A Little Perspective From Tom Church

Stress is universal, potent, and powerful. As a maturing teenager, there’s plenty in my life to go around.

Stress isn’t necessarily horrible, but of course, too much of it’s just plain awful. And I’d like to describe how I manage to deal with all of it.

Most people that are close to me don’t even know I practice meditation. Only Erin knows, actually. I’ve started recently, and it actually helps more than you’d think. It’s incredibly calming.

I heard that five minutes of each day dedicated to meditation, in one year, can decrease your biological age by twelve years. It also bolsters the immune system and acts as a healthy alternative to hours of sleep.

It’s not like I feel any of this. It’s not like I think about it. All I think about is how I feel when I do it.

It can be sublime, or ethereal. It can be drastically changing, and coming out of it the first few times, you may not feel much. You might not feel like Gotama, the Buddha, or even Govinda, his Nirvana-leeching companion. You may not feel what makes the earth spin, or what connects every last thing.

But you feel something.

I don’t promise any of those things. I can and will never be able to put such incredibly powerful and amazing concepts into simple and arbitrarily devised words. But that something grows, and it changes and ages like you do. Every thought you have is encouraged. The way you meditate will change.

Sometimes my meditation is reading a book, which thinks for me. The words tell me what I am thinking, and my thoughts subside- and I can feel calmed.

But the typical, conventional way of meditating should never be ruled out, for reasons of pointlessness or lack of faith in something so traditional. The thoughts we have are individual, and so conforming to physical meditation techniques is not really conforming at all.

When people say to clear your mind, don’t. Think about everything you can at once. Ask really big questions and count your breaths, and close your eyes. Sit in front of the window and periodically open them. Watch the rain fall or the trees dance, and ask them questions too. Thank them for things even if, in your heart, you know they don’t have any brains to say “You’re welcome.” Those are just words, after all.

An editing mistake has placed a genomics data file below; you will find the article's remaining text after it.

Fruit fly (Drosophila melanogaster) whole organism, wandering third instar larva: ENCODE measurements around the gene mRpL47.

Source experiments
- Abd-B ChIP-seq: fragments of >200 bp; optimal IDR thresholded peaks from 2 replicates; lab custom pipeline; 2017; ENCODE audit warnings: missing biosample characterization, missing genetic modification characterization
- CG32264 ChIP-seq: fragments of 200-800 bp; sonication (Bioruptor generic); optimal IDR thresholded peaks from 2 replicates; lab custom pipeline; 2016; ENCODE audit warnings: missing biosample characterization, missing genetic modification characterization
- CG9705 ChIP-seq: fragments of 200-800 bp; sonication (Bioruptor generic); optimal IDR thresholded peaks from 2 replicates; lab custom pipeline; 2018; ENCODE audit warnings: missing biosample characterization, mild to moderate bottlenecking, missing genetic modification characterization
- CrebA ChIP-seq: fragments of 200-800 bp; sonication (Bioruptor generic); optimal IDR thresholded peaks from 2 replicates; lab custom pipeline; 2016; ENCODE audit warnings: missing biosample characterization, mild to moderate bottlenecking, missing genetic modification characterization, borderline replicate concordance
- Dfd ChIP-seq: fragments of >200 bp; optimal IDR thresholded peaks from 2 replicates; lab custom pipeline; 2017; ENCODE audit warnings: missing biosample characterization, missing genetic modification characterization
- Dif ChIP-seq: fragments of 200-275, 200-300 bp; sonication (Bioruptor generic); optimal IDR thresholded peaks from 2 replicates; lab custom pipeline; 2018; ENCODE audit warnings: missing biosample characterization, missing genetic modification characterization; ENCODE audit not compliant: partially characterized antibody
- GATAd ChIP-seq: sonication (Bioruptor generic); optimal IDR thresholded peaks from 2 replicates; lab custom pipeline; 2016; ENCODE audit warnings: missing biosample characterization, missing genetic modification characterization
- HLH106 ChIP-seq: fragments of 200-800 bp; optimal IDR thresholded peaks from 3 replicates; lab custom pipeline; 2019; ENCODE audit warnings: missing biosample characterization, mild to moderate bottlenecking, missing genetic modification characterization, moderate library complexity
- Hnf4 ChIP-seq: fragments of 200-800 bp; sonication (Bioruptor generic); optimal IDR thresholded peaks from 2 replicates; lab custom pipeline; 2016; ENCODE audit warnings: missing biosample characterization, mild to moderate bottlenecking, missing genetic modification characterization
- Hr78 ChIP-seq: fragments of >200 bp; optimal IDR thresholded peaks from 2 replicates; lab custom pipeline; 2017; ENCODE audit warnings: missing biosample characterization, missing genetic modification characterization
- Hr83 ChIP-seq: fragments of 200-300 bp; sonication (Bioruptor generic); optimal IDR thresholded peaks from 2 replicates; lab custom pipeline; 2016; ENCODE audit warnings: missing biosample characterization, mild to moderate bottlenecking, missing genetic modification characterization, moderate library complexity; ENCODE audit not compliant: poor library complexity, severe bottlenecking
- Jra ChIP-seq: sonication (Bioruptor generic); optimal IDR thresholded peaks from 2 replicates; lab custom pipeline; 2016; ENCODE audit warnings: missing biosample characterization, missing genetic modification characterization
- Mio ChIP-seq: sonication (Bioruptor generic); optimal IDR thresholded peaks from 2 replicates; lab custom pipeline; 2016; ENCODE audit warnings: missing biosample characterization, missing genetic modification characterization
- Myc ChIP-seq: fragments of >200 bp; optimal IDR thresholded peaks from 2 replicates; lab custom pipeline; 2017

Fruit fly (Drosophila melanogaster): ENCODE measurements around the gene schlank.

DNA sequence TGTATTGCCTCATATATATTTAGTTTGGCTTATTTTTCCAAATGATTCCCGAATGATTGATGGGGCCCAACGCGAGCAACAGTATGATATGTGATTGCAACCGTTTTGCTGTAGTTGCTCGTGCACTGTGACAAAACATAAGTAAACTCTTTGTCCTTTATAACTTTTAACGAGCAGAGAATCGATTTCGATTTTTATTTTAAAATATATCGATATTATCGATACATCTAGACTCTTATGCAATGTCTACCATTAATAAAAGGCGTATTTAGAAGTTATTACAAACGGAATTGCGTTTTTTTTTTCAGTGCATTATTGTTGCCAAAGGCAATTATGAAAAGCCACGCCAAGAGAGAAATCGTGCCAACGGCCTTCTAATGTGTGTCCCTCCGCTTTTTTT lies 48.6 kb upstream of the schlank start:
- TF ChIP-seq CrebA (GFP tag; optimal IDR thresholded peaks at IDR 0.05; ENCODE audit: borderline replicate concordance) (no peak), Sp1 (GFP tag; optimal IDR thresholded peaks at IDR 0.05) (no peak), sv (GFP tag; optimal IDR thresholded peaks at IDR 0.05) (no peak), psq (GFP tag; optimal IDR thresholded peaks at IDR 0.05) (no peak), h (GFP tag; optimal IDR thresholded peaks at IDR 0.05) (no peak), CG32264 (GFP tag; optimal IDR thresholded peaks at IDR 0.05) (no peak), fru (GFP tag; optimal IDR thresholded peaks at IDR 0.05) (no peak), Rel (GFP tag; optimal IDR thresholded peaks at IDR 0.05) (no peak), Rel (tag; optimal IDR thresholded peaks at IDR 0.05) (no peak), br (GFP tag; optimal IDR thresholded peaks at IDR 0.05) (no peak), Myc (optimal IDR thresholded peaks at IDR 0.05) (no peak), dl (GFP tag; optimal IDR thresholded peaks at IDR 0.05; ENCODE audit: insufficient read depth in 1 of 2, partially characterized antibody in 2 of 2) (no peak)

When you’re meditating, it feels like everything is watching you. Not everyone,but everything- the chairs and the floor, and the ceiling. And maybe you start getting a little hot, maybe your face flushes, thinking about it all.

Don’t bring music- let other things be your music. Let creaks and chirps and squeaks be your music, and you’ll learn to love it- at least, I did. Pay attention to your thoughts, more than anything, and selective attention drowns everything else out, even what you see, and even what you feel. You sit inside of yourself, humming soft tunes that make no sense, and are garbled with everything else you ever think about and know.

After going under for some time, waking up from it all is strange. It makes little sense, because sometimes you don’t even really expect to be where you are, or you forgot about this place, dreaming of other places that seemed so much more real. Those places just leave you feeling refreshed and revived in the place you wake up in, and I imagine that’s how it’s supposed to be. Something made it so that we can be in other places than just the place we think we are exclusively, if you just think hard enough.

That’s what meditation does for me, anyway. That’s the best I can put it into words- loose and tumbling and awkward words. Meditating is to mental¬†health as cheerios are to cholesterol. It keeps us young and happy and vitalized.

Try your best, configure your niche, and dream crazy dreams in the solace of the pockets behind your eyes.

-Thom
aestheism, not atheism.

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